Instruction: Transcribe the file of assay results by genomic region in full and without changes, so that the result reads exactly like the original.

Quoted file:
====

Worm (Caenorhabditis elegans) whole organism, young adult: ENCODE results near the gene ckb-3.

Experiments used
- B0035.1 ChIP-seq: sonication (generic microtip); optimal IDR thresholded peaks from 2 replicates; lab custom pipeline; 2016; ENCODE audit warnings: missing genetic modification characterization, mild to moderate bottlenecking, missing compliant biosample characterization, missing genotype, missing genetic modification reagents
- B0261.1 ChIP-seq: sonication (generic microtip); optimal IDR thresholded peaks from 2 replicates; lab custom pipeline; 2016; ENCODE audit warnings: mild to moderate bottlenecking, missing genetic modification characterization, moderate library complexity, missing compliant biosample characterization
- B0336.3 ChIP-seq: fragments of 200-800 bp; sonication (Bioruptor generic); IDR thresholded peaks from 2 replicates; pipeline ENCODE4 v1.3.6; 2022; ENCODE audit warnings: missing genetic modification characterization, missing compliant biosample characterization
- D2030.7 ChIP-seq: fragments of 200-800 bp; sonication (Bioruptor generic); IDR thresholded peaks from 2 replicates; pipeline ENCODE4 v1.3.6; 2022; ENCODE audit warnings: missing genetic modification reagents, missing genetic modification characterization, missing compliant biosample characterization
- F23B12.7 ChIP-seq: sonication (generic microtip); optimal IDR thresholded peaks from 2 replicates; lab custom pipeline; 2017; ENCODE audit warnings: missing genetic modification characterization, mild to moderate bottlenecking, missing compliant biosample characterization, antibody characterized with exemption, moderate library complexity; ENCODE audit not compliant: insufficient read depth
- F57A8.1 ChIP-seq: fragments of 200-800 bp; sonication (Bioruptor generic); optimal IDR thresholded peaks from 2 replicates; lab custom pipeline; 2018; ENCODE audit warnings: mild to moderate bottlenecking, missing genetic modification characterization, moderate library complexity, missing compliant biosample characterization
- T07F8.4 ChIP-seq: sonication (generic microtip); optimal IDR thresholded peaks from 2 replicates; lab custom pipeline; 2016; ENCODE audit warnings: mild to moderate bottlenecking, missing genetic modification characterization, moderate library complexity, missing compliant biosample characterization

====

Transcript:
Worm (Caenorhabditis elegans) whole organism, young adult: ENCODE results near the gene ckb-3.

Experiments used
- B0035.1 ChIP-seq: sonication (generic microtip); optimal IDR thresholded peaks from 2 replicates; lab custom pipeline; 2016; ENCODE audit warnings: missing genetic modification characterization, mild to moderate bottlenecking, missing compliant biosample characterization, missing genotype, missing genetic modification reagents
- B0261.1 ChIP-seq: sonication (generic microtip); optimal IDR thresholded peaks from 2 replicates; lab custom pipeline; 2016; ENCODE audit warnings: mild to moderate bottlenecking, missing genetic modification characterization, moderate library complexity, missing compliant biosample characterization
- B0336.3 ChIP-seq: fragments of 200-800 bp; sonication (Bioruptor generic); IDR thresholded peaks from 2 replicates; pipeline ENCODE4 v1.3.6; 2022; ENCODE audit warnings: missing genetic modification characterization, missing compliant biosample characterization
- D2030.7 ChIP-seq: fragments of 200-800 bp; sonication (Bioruptor generic); IDR thresholded peaks from 2 replicates; pipeline ENCODE4 v1.3.6; 2022; ENCODE audit warnings: missing genetic modification reagents, missing genetic modification characterization, missing compliant biosample characterization
- F23B12.7 ChIP-seq: sonication (generic microtip); optimal IDR thresholded peaks from 2 replicates; lab custom pipeline; 2017; ENCODE audit warnings: missing genetic modification characterization, mild to moderate bottlenecking, missing compliant biosample characterization, antibody characterized with exemption, moderate library complexity; ENCODE audit not compliant: insufficient read depth
- F57A8.1 ChIP-seq: fragments of 200-800 bp; sonication (Bioruptor generic); optimal IDR thresholded peaks from 2 replicates; lab custom pipeline; 2018; ENCODE audit warnings: mild to moderate bottlenecking, missing genetic modification characterization, moderate library complexity, missing compliant biosample characterization
- T07F8.4 ChIP-seq: sonication (generic microtip); optimal IDR thresholded peaks from 2 replicates; lab custom pipeline; 2016; ENCODE audit warnings: mild to moderate bottlenecking, missing genetic modification characterization, moderate library complexity, missing compliant biosample characterization